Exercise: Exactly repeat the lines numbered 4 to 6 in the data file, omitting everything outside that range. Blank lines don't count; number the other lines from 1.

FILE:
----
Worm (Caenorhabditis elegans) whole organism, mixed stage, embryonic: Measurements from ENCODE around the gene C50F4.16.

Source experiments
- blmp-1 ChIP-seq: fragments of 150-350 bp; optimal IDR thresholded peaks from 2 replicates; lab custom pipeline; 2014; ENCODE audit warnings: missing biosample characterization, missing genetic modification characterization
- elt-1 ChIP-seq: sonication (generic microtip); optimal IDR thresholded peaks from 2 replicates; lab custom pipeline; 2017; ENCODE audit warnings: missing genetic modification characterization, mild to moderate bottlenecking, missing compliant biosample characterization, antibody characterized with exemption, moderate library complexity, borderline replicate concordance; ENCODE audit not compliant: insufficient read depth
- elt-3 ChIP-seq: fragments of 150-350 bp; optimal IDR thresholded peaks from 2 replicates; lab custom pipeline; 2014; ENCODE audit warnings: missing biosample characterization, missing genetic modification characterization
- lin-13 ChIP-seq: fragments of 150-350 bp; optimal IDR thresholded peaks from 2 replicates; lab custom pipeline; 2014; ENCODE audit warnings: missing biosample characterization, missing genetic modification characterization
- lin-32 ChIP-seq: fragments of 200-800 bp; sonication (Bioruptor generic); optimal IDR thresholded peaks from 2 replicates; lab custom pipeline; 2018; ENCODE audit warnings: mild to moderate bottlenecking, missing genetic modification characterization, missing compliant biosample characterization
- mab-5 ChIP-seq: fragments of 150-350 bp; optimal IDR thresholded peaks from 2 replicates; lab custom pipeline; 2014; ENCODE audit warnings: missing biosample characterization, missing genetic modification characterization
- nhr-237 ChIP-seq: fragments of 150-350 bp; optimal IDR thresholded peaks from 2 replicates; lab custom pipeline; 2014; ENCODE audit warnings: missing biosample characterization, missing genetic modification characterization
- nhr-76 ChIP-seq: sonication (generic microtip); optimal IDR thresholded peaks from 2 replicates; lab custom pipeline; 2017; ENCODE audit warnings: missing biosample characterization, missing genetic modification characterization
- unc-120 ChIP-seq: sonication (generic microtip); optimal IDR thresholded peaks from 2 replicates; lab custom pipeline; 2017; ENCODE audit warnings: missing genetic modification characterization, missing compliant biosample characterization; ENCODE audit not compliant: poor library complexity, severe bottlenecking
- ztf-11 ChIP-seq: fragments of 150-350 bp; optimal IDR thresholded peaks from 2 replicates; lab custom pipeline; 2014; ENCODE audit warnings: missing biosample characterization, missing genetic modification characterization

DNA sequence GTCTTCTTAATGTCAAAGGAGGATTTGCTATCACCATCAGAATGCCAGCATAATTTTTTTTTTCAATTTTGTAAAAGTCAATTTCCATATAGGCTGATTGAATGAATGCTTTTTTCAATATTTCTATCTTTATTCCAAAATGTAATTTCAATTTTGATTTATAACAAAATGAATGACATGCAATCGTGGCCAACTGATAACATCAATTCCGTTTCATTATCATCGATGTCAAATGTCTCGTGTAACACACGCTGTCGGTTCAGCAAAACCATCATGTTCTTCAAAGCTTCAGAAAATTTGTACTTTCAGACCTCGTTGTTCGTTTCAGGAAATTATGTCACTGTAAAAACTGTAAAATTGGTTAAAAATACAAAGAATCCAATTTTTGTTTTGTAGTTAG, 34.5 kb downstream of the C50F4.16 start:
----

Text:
- elt-1 ChIP-seq: sonication (generic microtip); optimal IDR thresholded peaks from 2 replicates; lab custom pipeline; 2017; ENCODE audit warnings: missing genetic modification characterization, mild to moderate bottlenecking, missing compliant biosample characterization, antibody characterized with exemption, moderate library complexity, borderline replicate concordance; ENCODE audit not compliant: insufficient read depth
- elt-3 ChIP-seq: fragments of 150-350 bp; optimal IDR thresholded peaks from 2 replicates; lab custom pipeline; 2014; ENCODE audit warnings: missing biosample characterization, missing genetic modification characterization
- lin-13 ChIP-seq: fragments of 150-350 bp; optimal IDR thresholded peaks from 2 replicates; lab custom pipeline; 2014; ENCODE audit warnings: missing biosample characterization, missing genetic modification characterization